Monday, January 19, 2009

El Salvador's elections

Official results have yet to come in (so the totals I provide may change a bit) but the elections in El Salvador appear to have given the FMLN a few more seats in the legislature (possibly as many as 37, up from 32). The Christian Democratic Party (PDC) also has enough seats to provide a simple majority (43 votes) in conjunction with the FMLN. Any super-majorities would require courting ARENA, which has 34. However, the PDC is not exactly a leftist party, so even if Mauricio Funes (the FMLN candidate) wins in March*, the party will have its work cut out for it.

The FMLN also suffered a sutback because its mayoral incumbent in San Salvador, Violeta Menjívar, lost to ARENA's Norman Quijano. However, the FMLN has not currently accepted defeat in that race, which is very tight.

A November poll had Funes at 44%, versus 31% for ARENA's candidate, Rodrigo Avila. Those numbers were holding pretty steadily. Remember that current president Saca won just over 57% in 2004, amd Flores won about 53% in 1999. We have to go back to 1994--the first post-civil war presidential election--for a president (Armando Calderón Sol) who failed to garner a majority. He received 49%, and won the runoff.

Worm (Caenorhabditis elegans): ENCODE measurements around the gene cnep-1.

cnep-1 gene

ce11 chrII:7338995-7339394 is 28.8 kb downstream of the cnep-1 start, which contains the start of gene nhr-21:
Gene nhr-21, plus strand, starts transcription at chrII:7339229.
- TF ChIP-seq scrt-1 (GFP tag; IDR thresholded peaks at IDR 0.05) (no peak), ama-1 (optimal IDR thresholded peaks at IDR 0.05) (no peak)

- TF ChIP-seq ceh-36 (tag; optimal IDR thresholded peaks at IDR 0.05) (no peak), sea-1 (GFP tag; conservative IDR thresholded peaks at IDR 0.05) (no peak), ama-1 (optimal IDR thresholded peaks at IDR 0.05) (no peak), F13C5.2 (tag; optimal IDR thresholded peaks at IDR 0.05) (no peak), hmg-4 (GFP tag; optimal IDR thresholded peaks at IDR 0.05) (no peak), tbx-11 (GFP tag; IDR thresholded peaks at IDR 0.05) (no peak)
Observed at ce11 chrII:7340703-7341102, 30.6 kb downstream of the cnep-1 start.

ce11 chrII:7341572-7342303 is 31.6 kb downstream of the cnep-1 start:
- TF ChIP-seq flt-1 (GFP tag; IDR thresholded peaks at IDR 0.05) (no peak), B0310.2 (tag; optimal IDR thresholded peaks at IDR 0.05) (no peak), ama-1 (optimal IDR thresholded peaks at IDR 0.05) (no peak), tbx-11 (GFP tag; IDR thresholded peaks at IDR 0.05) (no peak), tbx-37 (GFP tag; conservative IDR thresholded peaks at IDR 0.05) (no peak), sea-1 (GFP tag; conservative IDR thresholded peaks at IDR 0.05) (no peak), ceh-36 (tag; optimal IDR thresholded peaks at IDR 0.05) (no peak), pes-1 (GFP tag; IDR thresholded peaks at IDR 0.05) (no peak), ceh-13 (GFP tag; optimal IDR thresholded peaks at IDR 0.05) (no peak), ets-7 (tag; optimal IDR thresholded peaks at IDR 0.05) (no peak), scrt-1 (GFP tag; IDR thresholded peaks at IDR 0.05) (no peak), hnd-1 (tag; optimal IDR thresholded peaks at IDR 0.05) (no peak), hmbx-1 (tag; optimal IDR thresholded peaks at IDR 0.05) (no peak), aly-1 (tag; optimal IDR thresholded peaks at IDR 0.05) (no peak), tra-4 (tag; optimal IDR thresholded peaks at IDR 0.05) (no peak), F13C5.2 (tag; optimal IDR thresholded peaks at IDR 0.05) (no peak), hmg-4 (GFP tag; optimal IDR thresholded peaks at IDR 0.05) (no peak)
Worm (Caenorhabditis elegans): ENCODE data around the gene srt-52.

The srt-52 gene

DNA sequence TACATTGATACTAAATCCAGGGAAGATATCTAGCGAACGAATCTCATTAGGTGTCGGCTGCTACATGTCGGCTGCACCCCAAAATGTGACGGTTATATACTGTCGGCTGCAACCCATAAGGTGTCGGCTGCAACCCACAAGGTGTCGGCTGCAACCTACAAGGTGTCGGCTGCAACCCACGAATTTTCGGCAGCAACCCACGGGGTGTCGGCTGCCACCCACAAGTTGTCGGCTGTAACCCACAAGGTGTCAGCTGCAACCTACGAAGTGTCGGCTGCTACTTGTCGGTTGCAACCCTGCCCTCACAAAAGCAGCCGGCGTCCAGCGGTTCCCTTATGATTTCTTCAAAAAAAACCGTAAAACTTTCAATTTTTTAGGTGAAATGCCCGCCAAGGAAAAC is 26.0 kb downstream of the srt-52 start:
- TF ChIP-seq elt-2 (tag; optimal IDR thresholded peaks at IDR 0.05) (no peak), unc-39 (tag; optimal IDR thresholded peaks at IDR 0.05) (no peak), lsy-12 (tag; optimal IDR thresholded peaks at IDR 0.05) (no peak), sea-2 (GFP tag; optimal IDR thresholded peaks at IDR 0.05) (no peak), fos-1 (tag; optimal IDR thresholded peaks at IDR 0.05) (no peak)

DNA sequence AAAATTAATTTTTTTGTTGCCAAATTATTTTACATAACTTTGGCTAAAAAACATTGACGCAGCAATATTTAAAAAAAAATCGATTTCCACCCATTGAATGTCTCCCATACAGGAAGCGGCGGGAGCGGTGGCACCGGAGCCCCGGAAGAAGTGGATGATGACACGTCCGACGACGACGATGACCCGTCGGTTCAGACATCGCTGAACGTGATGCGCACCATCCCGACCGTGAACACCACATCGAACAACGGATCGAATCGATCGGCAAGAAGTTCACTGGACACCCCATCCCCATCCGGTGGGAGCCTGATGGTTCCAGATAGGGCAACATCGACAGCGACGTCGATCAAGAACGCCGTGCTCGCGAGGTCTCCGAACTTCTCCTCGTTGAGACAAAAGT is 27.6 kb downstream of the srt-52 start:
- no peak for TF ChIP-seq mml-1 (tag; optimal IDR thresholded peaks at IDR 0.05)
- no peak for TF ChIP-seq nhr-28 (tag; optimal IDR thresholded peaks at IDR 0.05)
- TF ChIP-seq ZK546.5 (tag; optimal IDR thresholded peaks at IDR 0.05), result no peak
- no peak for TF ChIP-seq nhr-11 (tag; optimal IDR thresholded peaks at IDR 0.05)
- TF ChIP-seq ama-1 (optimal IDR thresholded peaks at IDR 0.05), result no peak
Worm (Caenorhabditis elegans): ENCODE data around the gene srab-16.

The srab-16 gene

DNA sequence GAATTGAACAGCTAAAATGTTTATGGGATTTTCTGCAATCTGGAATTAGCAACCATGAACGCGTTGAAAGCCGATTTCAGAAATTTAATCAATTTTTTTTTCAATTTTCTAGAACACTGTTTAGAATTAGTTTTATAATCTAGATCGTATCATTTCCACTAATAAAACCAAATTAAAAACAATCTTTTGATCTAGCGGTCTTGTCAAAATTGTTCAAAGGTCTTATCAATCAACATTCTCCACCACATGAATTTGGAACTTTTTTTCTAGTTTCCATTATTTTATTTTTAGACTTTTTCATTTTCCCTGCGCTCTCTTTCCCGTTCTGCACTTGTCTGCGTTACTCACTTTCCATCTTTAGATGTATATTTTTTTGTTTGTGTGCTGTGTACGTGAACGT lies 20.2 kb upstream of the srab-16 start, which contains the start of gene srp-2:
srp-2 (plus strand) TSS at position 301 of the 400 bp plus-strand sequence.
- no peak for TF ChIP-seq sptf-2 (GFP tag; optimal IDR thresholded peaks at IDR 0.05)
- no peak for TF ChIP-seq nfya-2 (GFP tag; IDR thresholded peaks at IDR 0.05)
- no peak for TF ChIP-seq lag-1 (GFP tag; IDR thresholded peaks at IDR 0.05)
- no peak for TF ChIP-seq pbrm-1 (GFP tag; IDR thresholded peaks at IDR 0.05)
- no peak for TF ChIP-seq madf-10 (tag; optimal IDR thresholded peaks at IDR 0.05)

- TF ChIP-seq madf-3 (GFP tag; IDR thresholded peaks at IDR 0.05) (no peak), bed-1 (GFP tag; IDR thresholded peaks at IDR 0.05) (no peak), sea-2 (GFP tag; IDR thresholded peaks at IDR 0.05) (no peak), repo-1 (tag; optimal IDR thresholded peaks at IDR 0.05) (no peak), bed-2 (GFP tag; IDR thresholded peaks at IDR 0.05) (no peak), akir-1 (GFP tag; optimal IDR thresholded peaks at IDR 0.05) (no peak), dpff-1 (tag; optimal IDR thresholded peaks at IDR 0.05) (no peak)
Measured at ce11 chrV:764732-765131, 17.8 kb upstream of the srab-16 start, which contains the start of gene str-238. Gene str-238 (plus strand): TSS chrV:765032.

So the likely scenario is that Funes will win a very historic election (i.e. the FMLN finally obtaining the presidency) but with the lowest percentage in the postwar era. He will have to negotiate with other parties (especially the PDC) to get anything passed, while ARENA will do everything it can to block such deals.

See Fruits and Votes for a discussion about why the presidential and legislative elections are in the same year, but different months.

Also, Tim's El Salvador Blog has a really useful list of online resources for Salvadoran politics.

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